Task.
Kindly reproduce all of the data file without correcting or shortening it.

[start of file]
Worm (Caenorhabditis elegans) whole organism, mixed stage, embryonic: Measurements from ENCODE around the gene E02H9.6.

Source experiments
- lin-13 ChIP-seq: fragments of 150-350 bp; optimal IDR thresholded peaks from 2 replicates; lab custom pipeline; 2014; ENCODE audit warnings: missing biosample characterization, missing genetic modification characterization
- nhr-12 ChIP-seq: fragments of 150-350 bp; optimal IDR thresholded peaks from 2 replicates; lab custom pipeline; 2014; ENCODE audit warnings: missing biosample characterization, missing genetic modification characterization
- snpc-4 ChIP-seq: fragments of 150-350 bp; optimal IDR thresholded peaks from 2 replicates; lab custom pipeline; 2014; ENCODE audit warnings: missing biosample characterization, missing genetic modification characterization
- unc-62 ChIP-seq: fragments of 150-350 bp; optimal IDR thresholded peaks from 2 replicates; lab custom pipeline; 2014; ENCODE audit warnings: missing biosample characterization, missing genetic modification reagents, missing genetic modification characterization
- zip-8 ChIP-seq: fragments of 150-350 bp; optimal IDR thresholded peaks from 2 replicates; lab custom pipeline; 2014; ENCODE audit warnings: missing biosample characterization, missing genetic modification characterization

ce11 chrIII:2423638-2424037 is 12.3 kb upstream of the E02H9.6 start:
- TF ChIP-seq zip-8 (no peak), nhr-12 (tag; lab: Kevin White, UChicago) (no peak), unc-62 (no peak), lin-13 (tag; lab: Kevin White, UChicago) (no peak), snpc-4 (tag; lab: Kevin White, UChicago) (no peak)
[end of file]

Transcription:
Worm (Caenorhabditis elegans) whole organism, mixed stage, embryonic: Measurements from ENCODE around the gene E02H9.6.

Source experiments
- lin-13 ChIP-seq: fragments of 150-350 bp; optimal IDR thresholded peaks from 2 replicates; lab custom pipeline; 2014; ENCODE audit warnings: missing biosample characterization, missing genetic modification characterization
- nhr-12 ChIP-seq: fragments of 150-350 bp; optimal IDR thresholded peaks from 2 replicates; lab custom pipeline; 2014; ENCODE audit warnings: missing biosample characterization, missing genetic modification characterization
- snpc-4 ChIP-seq: fragments of 150-350 bp; optimal IDR thresholded peaks from 2 replicates; lab custom pipeline; 2014; ENCODE audit warnings: missing biosample characterization, missing genetic modification characterization
- unc-62 ChIP-seq: fragments of 150-350 bp; optimal IDR thresholded peaks from 2 replicates; lab custom pipeline; 2014; ENCODE audit warnings: missing biosample characterization, missing genetic modification reagents, missing genetic modification characterization
- zip-8 ChIP-seq: fragments of 150-350 bp; optimal IDR thresholded peaks from 2 replicates; lab custom pipeline; 2014; ENCODE audit warnings: missing biosample characterization, missing genetic modification characterization

ce11 chrIII:2423638-2424037 is 12.3 kb upstream of the E02H9.6 start:
- TF ChIP-seq zip-8 (no peak), nhr-12 (tag; lab: Kevin White, UChicago) (no peak), unc-62 (no peak), lin-13 (tag; lab: Kevin White, UChicago) (no peak), snpc-4 (tag; lab: Kevin White, UChicago) (no peak)